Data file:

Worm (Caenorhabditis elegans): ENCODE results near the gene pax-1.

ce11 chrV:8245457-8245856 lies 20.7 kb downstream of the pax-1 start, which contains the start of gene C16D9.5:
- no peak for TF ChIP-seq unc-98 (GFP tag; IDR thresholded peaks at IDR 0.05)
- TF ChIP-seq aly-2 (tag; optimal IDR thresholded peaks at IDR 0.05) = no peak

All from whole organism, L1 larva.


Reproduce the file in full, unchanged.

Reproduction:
Worm (Caenorhabditis elegans): ENCODE results near the gene pax-1.

ce11 chrV:8245457-8245856 lies 20.7 kb downstream of the pax-1 start, which contains the start of gene C16D9.5:
- no peak for TF ChIP-seq unc-98 (GFP tag; IDR thresholded peaks at IDR 0.05)
- TF ChIP-seq aly-2 (tag; optimal IDR thresholded peaks at IDR 0.05) = no peak

All from whole organism, L1 larva.